Thursday, December 2, 2010

Love Affair With A Statue

These are from a shoot at Maclennan County College Art Center with Tom Rinard. He edited the shot above, and I edited (or didn't) the shots below. I couldn't believe how beautifully the colors and light came across in the photos!

Today is a beautiful, brand new day,
what should I do with this brand new day?
I could do dishes,
make wishes on fishes,
or I could go conquer this bright blue day!

Today is a day for grand celebration,
Have you heard the story that's storming the nation?
A princess, a pauper, a witch and a kiss,
and to think that true love maybe came into this??

A princess in a garden wandered,
wandered through the wild blue yonder,
and as she wondered where she'd wandered
came across a Statue.

The Statue then the Princess pondered,
and as she pondered she grew fonder
of the Statue t'which she'd wandered,
fonder of the Statue.

The Princess thought that she had fallen
for that one and only calling--
was love in the air? Or was it pollen?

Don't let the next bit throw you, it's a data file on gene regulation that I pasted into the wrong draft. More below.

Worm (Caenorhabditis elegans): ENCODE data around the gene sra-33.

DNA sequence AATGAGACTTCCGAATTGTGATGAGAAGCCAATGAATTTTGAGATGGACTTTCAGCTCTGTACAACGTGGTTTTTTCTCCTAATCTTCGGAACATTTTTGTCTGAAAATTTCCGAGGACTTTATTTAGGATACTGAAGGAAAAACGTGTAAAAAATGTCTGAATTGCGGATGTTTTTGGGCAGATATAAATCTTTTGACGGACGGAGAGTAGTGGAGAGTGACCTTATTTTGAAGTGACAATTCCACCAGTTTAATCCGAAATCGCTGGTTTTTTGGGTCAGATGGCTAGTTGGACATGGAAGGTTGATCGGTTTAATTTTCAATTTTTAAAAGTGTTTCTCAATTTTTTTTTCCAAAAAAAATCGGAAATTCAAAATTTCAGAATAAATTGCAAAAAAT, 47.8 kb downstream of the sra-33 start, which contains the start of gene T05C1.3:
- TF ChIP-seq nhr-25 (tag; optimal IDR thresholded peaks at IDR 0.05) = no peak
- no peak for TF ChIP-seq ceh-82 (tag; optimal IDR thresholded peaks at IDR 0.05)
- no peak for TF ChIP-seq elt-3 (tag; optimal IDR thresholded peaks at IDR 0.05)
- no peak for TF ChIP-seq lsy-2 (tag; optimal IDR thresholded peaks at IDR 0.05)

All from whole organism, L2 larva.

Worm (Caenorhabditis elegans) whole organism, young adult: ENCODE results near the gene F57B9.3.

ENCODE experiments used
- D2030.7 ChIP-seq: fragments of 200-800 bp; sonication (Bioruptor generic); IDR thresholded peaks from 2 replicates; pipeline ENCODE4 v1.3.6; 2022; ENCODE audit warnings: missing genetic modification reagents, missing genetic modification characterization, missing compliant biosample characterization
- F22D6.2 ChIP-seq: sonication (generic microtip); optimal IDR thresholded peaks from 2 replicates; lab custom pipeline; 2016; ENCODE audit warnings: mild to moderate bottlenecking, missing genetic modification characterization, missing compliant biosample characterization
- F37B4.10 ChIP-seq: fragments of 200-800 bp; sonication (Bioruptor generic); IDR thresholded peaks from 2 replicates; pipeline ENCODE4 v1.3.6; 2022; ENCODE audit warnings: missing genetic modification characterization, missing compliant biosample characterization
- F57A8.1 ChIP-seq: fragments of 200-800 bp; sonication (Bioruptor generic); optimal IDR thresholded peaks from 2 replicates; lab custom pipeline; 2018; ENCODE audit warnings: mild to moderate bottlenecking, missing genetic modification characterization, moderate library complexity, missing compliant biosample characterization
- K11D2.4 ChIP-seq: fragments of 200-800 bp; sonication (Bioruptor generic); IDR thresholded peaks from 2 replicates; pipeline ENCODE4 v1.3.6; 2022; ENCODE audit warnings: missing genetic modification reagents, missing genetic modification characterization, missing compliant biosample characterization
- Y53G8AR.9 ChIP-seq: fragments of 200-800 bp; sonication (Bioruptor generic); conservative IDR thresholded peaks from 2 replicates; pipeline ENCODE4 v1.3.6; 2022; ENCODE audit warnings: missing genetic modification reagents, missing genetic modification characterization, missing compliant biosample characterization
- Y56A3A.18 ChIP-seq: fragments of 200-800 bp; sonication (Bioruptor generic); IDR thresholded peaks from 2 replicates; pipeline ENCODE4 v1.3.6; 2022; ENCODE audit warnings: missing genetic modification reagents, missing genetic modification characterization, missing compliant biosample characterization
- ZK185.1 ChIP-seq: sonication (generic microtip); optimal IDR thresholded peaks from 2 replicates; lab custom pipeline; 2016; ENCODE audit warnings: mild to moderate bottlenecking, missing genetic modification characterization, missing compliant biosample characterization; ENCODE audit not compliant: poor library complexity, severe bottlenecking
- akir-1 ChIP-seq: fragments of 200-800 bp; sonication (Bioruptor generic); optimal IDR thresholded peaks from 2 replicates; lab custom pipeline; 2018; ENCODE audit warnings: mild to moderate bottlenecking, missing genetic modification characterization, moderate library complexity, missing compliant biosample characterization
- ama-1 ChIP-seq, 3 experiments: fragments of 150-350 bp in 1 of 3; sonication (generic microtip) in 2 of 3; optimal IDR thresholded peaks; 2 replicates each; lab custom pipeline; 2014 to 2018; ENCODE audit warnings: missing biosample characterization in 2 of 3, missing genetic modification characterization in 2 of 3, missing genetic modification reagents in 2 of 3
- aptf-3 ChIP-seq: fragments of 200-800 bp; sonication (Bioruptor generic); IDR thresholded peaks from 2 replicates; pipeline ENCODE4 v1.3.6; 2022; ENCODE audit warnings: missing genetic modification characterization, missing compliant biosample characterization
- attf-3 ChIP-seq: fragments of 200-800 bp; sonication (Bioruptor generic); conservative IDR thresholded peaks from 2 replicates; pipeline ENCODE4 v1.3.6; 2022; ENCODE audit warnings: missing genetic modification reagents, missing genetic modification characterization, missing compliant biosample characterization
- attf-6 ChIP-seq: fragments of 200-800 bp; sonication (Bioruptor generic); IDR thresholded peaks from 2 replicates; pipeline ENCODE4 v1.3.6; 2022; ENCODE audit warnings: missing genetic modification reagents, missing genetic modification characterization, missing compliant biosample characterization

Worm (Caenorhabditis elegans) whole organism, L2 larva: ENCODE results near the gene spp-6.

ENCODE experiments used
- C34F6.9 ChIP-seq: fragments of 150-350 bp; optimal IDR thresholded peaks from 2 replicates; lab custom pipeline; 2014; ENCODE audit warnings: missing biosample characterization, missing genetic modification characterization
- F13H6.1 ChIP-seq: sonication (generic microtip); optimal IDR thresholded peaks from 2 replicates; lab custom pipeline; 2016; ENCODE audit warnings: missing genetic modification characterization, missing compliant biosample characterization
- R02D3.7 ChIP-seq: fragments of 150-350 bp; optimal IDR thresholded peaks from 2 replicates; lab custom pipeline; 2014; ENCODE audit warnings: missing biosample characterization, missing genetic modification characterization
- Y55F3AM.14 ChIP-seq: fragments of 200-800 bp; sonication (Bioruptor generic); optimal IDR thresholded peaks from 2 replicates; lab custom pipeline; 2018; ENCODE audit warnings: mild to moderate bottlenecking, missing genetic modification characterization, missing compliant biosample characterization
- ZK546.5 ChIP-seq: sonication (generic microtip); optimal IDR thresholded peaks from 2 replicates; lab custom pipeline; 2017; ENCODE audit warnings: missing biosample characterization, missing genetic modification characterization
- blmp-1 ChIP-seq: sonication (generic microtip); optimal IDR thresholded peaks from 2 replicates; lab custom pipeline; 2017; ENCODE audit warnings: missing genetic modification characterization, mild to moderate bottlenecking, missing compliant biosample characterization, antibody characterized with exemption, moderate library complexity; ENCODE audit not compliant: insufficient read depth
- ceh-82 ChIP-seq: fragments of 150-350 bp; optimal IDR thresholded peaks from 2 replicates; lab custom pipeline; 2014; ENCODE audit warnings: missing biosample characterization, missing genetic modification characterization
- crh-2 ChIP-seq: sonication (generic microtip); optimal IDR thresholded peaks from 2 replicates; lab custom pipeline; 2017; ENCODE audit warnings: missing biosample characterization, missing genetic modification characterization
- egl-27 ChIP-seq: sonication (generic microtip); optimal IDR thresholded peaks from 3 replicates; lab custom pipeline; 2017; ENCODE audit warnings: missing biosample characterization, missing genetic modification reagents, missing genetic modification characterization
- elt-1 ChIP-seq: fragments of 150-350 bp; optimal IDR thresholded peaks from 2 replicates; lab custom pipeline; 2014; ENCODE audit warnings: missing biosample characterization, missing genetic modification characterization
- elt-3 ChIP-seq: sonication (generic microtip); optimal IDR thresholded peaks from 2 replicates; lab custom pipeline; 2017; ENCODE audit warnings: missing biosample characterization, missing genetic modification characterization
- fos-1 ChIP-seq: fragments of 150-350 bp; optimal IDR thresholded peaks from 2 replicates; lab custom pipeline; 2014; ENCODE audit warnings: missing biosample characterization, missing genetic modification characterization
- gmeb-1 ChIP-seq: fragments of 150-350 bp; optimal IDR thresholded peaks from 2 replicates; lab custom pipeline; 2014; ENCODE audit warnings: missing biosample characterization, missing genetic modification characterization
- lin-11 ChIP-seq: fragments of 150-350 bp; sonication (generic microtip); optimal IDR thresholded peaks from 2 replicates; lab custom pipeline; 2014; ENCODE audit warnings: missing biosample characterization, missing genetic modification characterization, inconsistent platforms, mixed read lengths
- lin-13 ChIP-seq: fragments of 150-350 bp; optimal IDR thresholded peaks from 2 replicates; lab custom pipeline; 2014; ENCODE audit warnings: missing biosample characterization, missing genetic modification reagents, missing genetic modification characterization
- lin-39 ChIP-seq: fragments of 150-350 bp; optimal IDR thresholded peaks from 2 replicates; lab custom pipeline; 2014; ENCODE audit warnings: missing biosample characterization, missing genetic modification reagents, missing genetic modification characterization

Answer, answer! No more stalling!

Well, let's just see how it goes,
thought Princess as she moved in close--
never, ever off her toes,
Princess never, ever knows.

Does it love me? Princess thought,
If it doesn't then it ought,
the pretty, pretty Princess thought,
A love like me it likely sought

before the witch her magick cast;
Witch must have thought the magick'd last,
but this has happened all so fast--
"Will love or kiss work?" Princess asked.

Princess gazed in Statue's eyes--
the magick could not make them lie--
not bronze nor magick could disguise
the beauty in that Statue's eyes.

The Princess knew not what to do,
but made her very closest guess,
the guess she thought the very best,
the best she thought she ought to do:

The princess smoothed her love's lapel,
and then she kissed the statue well--
The statue's eyes then on her fell,
for now was broke the witch's spell!

The witch, well she could not foretell
that one might take to break her spell,
so she and daemons took to hell,
to ever in the fire dwell.

The statue spoke, then: "Mademoiselle,
your undertaking I think was swell,
and I must thank you doubly well,
but I must bid you fond farewell."

"What?" asked Princess, "now you tell
me there can be no wedding bells?
I thought I'd found my Raphael,
the love of all my life, mon belle?"

"No, my dear," said Statue then,
"I fear we'll never meet again.
My love's a French Comedienne,
I said I'd meet her on the Seine."

So quick away the Statue crept,
then Princess sat she down and wept,
and wept, and wept, until she slept.